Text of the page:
Using the methodology that I have researched, developed, tested, and validated at the University of Chicago and in my practice,[i] I have been assessing senior executives for public and privately held firms for 20 years. I have assessed over 450 corporate executives and over 50 partners at private equity firms. I know what makes motivates and impedes business leaders and especially what it takes to make it in the world of private equity.
My assessments have a documented predictive validity of 98%. That means that over all of the situations in which I’ve assessed executives and made recommendations, in 98% of cases, the client who observes the executive’s subsequent performance says that my analysis and conclusions capture the key elements of the person’s performance and of the challenges of working with that person.
In an assessment, I learn what conscious and unconscious characteristics make the person succeed or fail – not just whether he succeeded in the past. I come to understand how he approaches and manages (well or poorly) key relationships, and the challenges in how he leads that he will have to overcome, work around, or have other people work. When a private equity sponsor has me assess a CEO as part of due diligence, pre- or post-close, then I become a uniquely capable resource for also monitoring and coaching the company’s most valuable human capital.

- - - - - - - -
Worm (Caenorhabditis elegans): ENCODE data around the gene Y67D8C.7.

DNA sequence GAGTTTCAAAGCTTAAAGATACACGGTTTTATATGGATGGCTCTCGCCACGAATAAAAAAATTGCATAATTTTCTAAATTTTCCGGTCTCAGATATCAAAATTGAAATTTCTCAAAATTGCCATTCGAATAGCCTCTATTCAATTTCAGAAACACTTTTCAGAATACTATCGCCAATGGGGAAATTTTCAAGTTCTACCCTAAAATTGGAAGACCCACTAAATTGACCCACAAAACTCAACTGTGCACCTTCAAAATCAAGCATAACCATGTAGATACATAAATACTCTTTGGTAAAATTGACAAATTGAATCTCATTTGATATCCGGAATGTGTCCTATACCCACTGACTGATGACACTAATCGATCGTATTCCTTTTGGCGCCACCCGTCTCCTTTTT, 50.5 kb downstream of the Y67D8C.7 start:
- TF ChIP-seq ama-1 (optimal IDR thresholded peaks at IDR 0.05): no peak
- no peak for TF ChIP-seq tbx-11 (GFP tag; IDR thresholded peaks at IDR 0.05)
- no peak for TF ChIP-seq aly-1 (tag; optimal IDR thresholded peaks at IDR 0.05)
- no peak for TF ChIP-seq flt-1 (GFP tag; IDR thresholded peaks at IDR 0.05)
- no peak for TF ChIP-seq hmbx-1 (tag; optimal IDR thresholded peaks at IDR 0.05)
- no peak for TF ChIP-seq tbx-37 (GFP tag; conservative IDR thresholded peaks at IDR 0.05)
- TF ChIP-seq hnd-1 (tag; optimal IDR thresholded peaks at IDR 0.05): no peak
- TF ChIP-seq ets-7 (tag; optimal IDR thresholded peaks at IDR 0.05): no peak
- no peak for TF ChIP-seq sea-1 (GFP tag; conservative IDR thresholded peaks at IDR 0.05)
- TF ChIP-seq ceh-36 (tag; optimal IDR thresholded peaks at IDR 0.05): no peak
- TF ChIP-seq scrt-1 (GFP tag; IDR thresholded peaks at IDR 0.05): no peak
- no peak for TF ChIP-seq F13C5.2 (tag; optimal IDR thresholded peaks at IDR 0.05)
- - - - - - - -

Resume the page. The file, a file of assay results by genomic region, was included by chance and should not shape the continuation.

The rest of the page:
[i] In research funded by the University of Chicago Graduate School of Business, I led the first systematic effort to identify in advance individuals with the psychological resources needed to be successful business leaders. This research established the ability of measures of active coping to predict leadership beyond conventional standards of chance occurrence among already high-achieving leaders (Pratch & Jacobowitz, 1996, 1997, 1998). Subsequently, we conducted the first-ever empirical study into the personality characteristics of successful CEOs of private equity-funded ventures (Pratch & Jacobowitz, 2004) and have continued to refine our predictive model through ongoing empirical research in the field (e.g., Pratch & Jacobowitz, 2007, 2008, 2010).
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